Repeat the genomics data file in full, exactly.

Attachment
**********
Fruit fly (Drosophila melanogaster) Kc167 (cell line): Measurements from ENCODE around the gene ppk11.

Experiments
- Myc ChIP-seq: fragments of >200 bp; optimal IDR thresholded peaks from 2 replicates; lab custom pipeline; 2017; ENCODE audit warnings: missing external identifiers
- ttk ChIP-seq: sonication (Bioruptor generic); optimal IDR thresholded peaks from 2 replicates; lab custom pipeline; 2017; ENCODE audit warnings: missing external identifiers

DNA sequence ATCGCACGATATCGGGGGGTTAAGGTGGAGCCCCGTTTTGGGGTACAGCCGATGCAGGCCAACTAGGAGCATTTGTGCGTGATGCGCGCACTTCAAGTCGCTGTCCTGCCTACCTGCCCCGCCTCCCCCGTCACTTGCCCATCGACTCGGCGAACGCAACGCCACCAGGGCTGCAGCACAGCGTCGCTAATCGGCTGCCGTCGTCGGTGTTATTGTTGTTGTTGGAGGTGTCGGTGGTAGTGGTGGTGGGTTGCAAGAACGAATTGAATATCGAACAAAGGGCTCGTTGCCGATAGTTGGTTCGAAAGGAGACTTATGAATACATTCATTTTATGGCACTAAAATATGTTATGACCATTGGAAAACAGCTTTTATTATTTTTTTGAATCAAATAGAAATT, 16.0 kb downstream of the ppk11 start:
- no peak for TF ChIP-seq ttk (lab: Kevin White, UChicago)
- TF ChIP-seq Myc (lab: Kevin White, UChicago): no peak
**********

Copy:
Fruit fly (Drosophila melanogaster) Kc167 (cell line): Measurements from ENCODE around the gene ppk11.

Experiments
- Myc ChIP-seq: fragments of >200 bp; optimal IDR thresholded peaks from 2 replicates; lab custom pipeline; 2017; ENCODE audit warnings: missing external identifiers
- ttk ChIP-seq: sonication (Bioruptor generic); optimal IDR thresholded peaks from 2 replicates; lab custom pipeline; 2017; ENCODE audit warnings: missing external identifiers

DNA sequence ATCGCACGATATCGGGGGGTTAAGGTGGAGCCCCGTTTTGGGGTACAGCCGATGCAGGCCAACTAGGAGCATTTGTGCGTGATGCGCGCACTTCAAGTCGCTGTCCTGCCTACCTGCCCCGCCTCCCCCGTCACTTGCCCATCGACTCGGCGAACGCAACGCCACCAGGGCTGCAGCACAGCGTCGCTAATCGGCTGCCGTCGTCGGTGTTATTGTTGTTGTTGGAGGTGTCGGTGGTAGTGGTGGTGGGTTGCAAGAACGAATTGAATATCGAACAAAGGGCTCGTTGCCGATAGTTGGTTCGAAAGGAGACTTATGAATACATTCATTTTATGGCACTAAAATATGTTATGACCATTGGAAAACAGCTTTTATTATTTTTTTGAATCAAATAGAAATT, 16.0 kb downstream of the ppk11 start:
- no peak for TF ChIP-seq ttk (lab: Kevin White, UChicago)
- TF ChIP-seq Myc (lab: Kevin White, UChicago): no peak